How Persona 5 the Animation Transformed from Video Game to Anime in Record Time
Find out what Persona 5 The Animation adds to the experience of the JRPG
Sae was mad. Madder than I'd ever seen her before. I could tell she was mad at me, the way I'd betrayed her, and dragged her sister into my Phantom Thieves, but she was even angrier at herself. A top prosecutor, she prided herself on her quick wits and skeptical mind. And Makoto and I had played her for a fool, and for how long?
"I'm amazed you're releasing a Persona 5 anime so quickly as a follow-up to the game. Persona 4 The Animation came out several years after the initial release, giving the game time to build a substantial following before the anime hit. What exactly do you think you're playing at?
Persona 4 and Persona 4 Golden's anime series were enjoyable, but it's hard to adapt a video game to a non-interactive medium, and you can't stray too far from expected story beats without risking alienating long-term fans. Do you really think a Persona 5 animation is such a great idea?"
"Yes," I answered. "Yes I do."
I can tell this caught her off guard. Her eyebrows rocketed up, and her composure was now gone. "How can you, a mere high school student, be so confident? The game just came out in April of 2017! There's no way you and your friends could have it ready in time. You had to have someone helping you!"
She was onto me. I would have to confess it all.
Persona 5 The Animation has the biggest shakeup for the Persona anime series we've seen yet. A-1 Studios is returning from Persona 4 Golden, but Persona 4 and Persona 4 Golden director Seiji Kishi is being replaced by Masashi Ishihama. Kishi is a stylish director, but his adaptations tended to hew a little too closely to the video game source material. Ishihama doesn't have much experience with game adaptation, but his resume is sterling and promises a veteran talent with a unique vision. Ishihama has worked on Attack on Titan, Code Geass, FLCL, Gunbuster 2, Read or Die the TV and drew great acclaim for directing Shin Sekai Yori.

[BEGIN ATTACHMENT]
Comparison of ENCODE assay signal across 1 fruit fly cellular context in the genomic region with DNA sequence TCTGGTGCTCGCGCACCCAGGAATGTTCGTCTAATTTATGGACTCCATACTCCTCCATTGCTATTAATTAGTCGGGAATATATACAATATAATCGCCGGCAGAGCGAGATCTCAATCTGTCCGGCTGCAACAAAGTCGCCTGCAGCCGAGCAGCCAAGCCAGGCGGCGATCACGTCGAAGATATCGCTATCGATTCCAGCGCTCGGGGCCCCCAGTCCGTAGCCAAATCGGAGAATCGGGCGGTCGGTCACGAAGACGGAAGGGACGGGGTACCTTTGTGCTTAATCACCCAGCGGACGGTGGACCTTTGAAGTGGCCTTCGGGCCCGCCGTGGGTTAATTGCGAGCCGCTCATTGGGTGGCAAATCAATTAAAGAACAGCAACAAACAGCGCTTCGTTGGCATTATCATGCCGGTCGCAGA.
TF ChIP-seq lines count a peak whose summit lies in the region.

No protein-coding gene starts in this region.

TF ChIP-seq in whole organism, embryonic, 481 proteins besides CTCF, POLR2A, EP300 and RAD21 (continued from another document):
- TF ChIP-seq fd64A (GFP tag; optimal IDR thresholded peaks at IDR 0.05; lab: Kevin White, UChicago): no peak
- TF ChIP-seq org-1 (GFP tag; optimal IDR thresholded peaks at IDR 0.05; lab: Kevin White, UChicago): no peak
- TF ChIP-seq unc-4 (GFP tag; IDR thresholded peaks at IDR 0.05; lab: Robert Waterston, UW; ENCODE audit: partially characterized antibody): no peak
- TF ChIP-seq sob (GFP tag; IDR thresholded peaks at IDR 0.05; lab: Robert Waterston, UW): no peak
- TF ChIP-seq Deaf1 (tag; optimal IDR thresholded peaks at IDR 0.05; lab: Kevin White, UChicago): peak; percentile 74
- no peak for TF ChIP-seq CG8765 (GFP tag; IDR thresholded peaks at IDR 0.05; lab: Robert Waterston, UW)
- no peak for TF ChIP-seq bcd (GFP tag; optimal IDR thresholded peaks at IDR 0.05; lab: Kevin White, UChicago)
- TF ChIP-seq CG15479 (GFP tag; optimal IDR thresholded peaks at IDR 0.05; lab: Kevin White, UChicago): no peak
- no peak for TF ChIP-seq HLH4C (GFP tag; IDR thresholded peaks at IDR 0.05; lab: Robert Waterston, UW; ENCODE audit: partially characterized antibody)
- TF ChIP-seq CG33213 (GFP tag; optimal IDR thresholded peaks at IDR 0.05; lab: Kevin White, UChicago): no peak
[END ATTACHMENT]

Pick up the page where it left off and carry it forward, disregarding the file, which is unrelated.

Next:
Also available on Crunchyroll, Shin Sekai Yori adapted the Yuusuke Kishi science fiction novel about a pastoral post-apocalyptic society where everyone has been cursed with psychic powers. The series alternated scenes of quiet natural beauty with nightmarish, surrealistic sequences of violence and terror, demonstrating range and masterful control of tone which is perfect for Persona 5 alternating between modern Tokyo and the psychic palaces of the Phantom Thieves marks. Only six minutes of the first episode have been released as a preview, but they demonstrate a stylish flair in layouts and storyboards that already set the anime visuals apart from the early in-game cutscenes. Ishihama also worked his way up from the director's chair from key animation, having credits on such classic titles as El-Hazard, Giant Robo, Tenamonya Voyagers, and Tatami Galaxy, ensuring he's a veteran with knowledge of the nuts and bolts of the entire animation process. It will be exciting to see what he can do with some of our favorite characters.
Series Composition for the Persona 5 is placed in the hands of Shinichi Inotsume, who wrote the standalone story for Persona 5: The Day Breakers. Day Breakers is a standalone story with no larger connection to the Persona 5 game, but in it, Inotsume shows a familiarity with the Persona 5 personalities and aesthetics that will allow the animation to explore new directions for our favorite characters. A writer on Book of Bantorra and Jojo's Bizarre Adventure, Inotsume has experience in adaptation work, some choices he makes at the finale of Day Breakers really illustrate his strengths.
Fans of the game can also expect the game's mechanics to be baked into the anime's visual aesthetic. Persona 5 has a great battle system, but one that relies heavily on the use of the titular personas. There's a lot of screaming names, and casting of spells, but while this is fascinating tactically, how do you make this largely stationary activity compelling visually? Inotsume's experience with Jojo's stands surely helped teach him how to manage this kind of action, but he also uses a mechanic from Persona 5: the baton pass. In the game, if you get a "one more" bonus by attacking an enemy's weak point, you can pass your extra turn onto another player. In the finale, Inotsume imagines this as a kind of choreographed dance sequence: still frames are largely used for the summoning of the detailed, ornate personas, but in between, he gives room for the animators to choreograph acrobatic dances as they tap each other into the battle. The result is stunning and exciting.
While the use of in-game images like the cellphone avatars and map screens is great fanservice, it doesn't really integrate the gameplay mechanics into the visuals in a compelling new way. Day Breakers and the first released six minutes of episode 1 suggest we have a team that will be able to innovate new ways of taking gameplay mechanics and expressing them as exciting animation. Persona 5 The Animation is one of my most anticipated titles of the season. What Persona 5 characters are you excited for?
Thomas Zoth is a features writer for Crunchyroll, blogs occasionally at Hungry Bug Diner, and appears on podcasts at Infinite Rainy Day. You can follow him on Twitter at @ABCBTom.